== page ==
Joseph and Maria Tura operate and star in their own theater company in Warsaw. Maria has many admirers including a young lieutenant in the Polish air force, Stanislav Sobinski. When the Nazis invade Poland to start World War II, Sobinski and his colleagues flee to England while the Turas find themselves now having to operate under severe restrictions, including shelving a comical play they had written about Adolf Hitler. In England meanwhile, Sobinski and his friends give Professor Siletski - who is about to return to Poland - the names and addresses of their closest relatives so the professor can carry messages for them. When it's learned that Siletski is really a German spy, Sobinski parachutes into Poland and enlists the aid of the Turas and their fellow actors to get that list back.Written by
TRULY, this is the picture everyone wants to see. An exciting romantic comedy keyed to an ever-mounting tempo of suspense. Carole Lombard in her greatest role. Jack Benny at his best in a surprisingly different situation. Here is a Lubitsch picture---brilliant in its acting---spectacular in its scope. Be among the first to see this great motion picture. (print ad - Lubbock Morning Avalanche - Lindsey Theatre - Lubbock, Texas - March 28, 1942) See more »
One of Ernst Lubitsch's techniques to protect his star was having Jack Benny do multiple takes of many of his crucial scenes. Robert Stack recalled that "Specifically, the scene where Jack comes home and finds me in his bed asleep and does a series of double takes, he made Jack do at least 30 takes." Still, Lubitsch respected Benny's opinion and would redo a scene if Benny himself, after looking at the rushes, thought it could be better. See more »
During the flight to Warsaw, the wire holding the obviously model airplane is visible. See more »
Lubinski, Kubinski, Lominski, Rozanski, and Poznanski. We're in Warsaw, the capital of Poland. It's August 1939. Europe is still at peace. At the moment, life in Warsaw is going on as normally as ever. But, suddenly something seems to have happened! Are those Poles seeing a ghost? Why does this car suddenly stop? Everybody seems to be staring in one direction. People seem to be frightened, even terrified! Some flabbergasted! Can it be true? It must be true! No doubt! The man with ...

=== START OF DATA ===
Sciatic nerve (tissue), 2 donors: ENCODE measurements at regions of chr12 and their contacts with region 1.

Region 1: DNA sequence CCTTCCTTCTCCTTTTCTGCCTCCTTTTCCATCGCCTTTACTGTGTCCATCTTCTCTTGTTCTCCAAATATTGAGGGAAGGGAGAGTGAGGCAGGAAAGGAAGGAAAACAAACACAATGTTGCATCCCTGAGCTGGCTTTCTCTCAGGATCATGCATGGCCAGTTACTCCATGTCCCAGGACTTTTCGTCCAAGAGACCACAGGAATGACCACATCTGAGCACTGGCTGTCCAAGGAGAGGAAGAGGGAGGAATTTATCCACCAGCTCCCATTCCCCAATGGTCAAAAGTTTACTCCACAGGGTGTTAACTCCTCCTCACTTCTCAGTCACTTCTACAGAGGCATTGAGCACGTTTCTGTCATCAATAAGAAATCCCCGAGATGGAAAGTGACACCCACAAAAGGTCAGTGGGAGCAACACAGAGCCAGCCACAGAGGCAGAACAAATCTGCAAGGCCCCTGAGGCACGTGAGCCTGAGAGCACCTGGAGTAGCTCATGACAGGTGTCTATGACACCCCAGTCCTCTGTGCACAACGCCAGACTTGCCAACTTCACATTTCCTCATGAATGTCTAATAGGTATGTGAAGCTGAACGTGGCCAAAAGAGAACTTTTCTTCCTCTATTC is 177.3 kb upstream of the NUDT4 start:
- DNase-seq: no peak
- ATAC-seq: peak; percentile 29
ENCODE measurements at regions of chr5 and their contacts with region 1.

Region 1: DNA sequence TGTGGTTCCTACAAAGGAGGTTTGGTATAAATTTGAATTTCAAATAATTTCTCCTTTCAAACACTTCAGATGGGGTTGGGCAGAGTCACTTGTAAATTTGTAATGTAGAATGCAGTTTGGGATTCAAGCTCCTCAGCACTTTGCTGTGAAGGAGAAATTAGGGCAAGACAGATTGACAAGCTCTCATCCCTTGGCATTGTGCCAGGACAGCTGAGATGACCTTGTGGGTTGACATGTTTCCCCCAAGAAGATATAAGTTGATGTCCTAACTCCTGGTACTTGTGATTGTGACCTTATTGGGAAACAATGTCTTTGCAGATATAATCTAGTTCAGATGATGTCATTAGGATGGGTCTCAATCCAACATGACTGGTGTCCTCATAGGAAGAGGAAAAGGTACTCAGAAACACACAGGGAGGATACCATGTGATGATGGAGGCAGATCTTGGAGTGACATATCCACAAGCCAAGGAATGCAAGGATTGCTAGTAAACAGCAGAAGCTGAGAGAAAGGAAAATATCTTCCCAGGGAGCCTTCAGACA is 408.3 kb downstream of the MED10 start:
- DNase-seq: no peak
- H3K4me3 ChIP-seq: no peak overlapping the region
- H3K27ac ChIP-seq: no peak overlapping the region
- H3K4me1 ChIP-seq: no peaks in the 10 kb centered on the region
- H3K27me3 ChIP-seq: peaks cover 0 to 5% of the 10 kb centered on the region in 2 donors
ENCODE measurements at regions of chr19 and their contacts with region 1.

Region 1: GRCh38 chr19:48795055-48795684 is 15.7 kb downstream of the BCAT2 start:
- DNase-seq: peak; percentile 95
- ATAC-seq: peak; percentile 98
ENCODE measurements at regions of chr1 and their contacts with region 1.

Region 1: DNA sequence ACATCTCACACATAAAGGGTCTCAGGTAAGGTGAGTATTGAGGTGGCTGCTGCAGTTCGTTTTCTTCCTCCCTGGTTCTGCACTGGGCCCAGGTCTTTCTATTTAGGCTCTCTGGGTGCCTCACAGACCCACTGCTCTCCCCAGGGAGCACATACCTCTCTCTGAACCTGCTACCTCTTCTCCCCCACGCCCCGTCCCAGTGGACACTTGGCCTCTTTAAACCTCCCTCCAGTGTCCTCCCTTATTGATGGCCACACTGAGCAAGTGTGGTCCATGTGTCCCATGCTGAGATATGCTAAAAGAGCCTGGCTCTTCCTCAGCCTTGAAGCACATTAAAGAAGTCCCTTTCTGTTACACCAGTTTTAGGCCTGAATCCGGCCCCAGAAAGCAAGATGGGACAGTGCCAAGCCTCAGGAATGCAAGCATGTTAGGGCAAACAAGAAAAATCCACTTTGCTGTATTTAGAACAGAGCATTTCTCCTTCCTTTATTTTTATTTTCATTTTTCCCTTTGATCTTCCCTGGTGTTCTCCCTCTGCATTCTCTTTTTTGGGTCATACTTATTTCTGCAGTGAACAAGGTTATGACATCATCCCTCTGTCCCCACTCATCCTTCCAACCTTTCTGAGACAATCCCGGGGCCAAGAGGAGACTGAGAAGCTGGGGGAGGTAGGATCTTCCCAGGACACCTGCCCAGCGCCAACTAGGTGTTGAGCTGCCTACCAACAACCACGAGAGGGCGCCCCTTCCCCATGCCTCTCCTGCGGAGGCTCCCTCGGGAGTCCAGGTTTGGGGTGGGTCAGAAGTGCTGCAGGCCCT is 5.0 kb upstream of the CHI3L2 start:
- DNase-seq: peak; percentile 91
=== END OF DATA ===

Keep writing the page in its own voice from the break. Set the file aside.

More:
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In the German version there are two changes made to the original score: first, with the Germans marching into Warsaw we hear the fanfares of the Deutsche Wochenschau (i.e. the German News Reel) instead of "normal" music. Then, during the opera scene we hear the Nazis singing all three verses of "Deutschland, Deutschland über alles" in the background. However, in the Third Reich it was common (and was thus later inserted into the German sound track) only to play the verse one, directly leading into the "Horst Wessel Lied", which was something like the official party anthem. See more »
I'm not sure how many time I've seen it but it doesn't matter. Every time is like the first time. Carole Lombard in her last film before her untimely death is not just beautiful and impossibly funny but modern, profoundly modern. A performance that will still be relevant a hundred years from now. Jack Benny is perfect in what must be his very best film. Robert Stack, beautifully wooden, as usual, reports to duty with a delicious Lubitsch touch. As if all this wasn't enough, this film was made in 1942 and that in itself will give film lovers and historians a lot to tal;k about for centuries to come.
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